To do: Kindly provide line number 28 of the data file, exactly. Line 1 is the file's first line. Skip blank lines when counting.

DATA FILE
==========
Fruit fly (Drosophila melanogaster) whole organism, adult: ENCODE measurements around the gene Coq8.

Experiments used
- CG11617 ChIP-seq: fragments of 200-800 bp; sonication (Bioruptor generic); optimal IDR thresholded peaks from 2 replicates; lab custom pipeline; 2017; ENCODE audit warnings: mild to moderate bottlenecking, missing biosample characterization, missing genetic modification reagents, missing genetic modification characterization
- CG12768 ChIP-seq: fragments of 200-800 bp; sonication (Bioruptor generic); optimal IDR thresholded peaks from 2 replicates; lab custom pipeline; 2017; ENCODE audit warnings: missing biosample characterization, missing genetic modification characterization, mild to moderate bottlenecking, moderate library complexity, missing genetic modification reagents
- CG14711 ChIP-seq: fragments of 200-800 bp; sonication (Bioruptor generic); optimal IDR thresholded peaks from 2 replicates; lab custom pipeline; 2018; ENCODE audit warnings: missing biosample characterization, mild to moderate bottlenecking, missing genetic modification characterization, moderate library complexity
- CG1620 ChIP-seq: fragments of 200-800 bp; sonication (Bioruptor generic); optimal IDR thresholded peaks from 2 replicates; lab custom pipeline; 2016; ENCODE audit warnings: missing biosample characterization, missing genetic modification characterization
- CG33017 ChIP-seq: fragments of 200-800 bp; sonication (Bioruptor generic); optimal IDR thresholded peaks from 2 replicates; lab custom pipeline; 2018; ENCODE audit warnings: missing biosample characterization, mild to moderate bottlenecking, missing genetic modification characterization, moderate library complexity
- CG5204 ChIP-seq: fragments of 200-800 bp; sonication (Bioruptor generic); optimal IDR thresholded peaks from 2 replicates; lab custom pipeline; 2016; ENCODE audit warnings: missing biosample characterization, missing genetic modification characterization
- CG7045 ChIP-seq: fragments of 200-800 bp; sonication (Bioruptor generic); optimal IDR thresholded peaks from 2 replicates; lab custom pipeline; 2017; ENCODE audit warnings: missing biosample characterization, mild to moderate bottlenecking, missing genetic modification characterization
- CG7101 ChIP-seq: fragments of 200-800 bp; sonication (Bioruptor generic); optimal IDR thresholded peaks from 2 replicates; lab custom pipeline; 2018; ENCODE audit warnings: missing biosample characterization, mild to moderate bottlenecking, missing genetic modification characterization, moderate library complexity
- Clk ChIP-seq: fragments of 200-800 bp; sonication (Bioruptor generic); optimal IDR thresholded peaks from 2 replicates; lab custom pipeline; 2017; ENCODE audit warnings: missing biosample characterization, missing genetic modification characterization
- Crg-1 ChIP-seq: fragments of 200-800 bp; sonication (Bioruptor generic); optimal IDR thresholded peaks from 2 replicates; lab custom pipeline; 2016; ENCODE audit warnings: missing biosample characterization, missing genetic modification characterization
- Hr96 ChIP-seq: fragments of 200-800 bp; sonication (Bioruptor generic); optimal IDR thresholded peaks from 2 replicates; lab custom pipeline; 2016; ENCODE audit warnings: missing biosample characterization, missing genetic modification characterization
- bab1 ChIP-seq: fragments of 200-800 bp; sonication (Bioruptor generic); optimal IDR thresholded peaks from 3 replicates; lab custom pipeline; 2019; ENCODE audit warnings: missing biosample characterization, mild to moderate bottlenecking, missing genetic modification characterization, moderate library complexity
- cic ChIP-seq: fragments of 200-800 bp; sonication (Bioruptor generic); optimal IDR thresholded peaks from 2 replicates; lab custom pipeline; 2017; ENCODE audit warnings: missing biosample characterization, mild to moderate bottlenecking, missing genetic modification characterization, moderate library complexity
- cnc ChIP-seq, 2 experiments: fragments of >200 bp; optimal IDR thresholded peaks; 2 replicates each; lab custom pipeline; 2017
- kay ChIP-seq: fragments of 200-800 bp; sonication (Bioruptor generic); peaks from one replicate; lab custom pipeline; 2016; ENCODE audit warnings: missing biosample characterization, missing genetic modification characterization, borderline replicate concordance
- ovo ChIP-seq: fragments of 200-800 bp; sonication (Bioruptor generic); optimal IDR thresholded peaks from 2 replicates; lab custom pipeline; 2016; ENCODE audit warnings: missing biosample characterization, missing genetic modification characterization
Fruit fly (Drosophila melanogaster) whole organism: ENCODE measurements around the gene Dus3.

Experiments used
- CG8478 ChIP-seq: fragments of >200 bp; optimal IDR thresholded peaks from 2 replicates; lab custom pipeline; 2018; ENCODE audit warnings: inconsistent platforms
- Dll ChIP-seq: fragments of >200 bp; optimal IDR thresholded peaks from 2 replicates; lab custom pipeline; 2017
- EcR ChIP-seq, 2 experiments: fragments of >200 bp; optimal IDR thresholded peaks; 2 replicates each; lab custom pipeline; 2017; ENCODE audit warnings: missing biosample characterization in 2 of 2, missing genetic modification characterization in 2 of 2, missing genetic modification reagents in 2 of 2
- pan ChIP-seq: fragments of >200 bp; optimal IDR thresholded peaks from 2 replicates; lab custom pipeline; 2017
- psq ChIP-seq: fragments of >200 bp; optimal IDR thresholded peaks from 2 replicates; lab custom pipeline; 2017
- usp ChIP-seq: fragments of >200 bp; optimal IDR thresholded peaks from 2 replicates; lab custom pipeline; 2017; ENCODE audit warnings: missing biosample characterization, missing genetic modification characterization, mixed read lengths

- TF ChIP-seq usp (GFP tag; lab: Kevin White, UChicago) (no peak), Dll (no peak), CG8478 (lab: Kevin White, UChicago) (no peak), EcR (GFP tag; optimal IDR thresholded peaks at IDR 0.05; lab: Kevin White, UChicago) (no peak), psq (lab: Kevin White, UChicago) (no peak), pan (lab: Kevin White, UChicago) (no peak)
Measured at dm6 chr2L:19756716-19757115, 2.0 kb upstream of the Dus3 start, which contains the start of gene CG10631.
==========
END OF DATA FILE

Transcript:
Measured at dm6 chr2L:19756716-19757115, 2.0 kb upstream of the Dus3 start, which contains the start of gene CG10631.